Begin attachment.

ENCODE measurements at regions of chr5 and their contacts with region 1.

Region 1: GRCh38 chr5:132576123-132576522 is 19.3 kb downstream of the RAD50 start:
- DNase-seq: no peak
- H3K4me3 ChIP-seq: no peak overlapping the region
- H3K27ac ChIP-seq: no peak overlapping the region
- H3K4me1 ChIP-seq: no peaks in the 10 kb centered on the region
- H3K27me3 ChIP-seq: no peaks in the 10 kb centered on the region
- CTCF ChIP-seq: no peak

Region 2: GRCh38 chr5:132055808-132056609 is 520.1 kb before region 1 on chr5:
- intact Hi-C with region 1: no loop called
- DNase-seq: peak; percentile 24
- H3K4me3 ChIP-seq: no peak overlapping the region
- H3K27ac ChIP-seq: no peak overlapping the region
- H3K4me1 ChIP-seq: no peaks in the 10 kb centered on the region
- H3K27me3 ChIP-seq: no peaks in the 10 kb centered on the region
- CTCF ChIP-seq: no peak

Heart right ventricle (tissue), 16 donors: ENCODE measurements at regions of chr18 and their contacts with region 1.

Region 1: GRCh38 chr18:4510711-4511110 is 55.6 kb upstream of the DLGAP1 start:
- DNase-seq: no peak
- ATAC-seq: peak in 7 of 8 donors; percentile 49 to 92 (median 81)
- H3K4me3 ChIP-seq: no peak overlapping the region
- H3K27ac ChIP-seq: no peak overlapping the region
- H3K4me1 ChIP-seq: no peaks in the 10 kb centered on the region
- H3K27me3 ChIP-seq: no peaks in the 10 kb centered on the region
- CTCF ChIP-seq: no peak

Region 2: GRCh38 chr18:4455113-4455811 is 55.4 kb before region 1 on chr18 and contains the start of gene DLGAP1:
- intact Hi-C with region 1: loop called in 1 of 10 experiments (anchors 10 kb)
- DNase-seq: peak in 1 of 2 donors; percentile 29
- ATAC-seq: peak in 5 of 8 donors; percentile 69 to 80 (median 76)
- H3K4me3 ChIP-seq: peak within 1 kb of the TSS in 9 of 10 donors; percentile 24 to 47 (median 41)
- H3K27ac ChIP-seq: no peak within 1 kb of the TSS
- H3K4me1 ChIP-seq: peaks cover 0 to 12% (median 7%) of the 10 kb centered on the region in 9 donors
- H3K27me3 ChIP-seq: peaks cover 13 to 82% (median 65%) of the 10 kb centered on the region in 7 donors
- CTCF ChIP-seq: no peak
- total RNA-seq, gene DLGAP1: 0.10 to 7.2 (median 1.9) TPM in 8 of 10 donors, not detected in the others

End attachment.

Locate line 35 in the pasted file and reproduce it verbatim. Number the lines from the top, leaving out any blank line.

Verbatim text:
- total RNA-seq, gene DLGAP1: 0.10 to 7.2 (median 1.9) TPM in 8 of 10 donors, not detected in the others